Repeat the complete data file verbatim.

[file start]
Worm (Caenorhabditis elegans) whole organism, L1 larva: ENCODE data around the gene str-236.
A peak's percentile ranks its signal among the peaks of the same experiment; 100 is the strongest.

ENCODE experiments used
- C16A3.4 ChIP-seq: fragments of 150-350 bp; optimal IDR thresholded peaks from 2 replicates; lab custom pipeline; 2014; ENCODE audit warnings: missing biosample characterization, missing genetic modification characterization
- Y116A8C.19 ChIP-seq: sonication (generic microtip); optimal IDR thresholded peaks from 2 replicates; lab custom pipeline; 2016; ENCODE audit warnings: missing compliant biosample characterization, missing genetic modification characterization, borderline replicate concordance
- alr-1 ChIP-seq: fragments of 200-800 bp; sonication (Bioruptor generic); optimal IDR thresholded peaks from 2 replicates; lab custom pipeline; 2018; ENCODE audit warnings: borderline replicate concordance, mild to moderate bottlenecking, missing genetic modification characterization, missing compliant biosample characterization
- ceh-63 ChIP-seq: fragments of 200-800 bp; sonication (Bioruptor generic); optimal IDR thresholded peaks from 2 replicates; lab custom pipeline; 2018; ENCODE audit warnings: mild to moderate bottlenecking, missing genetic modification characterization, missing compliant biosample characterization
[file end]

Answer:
Worm (Caenorhabditis elegans) whole organism, L1 larva: ENCODE data around the gene str-236.
A peak's percentile ranks its signal among the peaks of the same experiment; 100 is the strongest.

ENCODE experiments used
- C16A3.4 ChIP-seq: fragments of 150-350 bp; optimal IDR thresholded peaks from 2 replicates; lab custom pipeline; 2014; ENCODE audit warnings: missing biosample characterization, missing genetic modification characterization
- Y116A8C.19 ChIP-seq: sonication (generic microtip); optimal IDR thresholded peaks from 2 replicates; lab custom pipeline; 2016; ENCODE audit warnings: missing compliant biosample characterization, missing genetic modification characterization, borderline replicate concordance
- alr-1 ChIP-seq: fragments of 200-800 bp; sonication (Bioruptor generic); optimal IDR thresholded peaks from 2 replicates; lab custom pipeline; 2018; ENCODE audit warnings: borderline replicate concordance, mild to moderate bottlenecking, missing genetic modification characterization, missing compliant biosample characterization
- ceh-63 ChIP-seq: fragments of 200-800 bp; sonication (Bioruptor generic); optimal IDR thresholded peaks from 2 replicates; lab custom pipeline; 2018; ENCODE audit warnings: mild to moderate bottlenecking, missing genetic modification characterization, missing compliant biosample characterization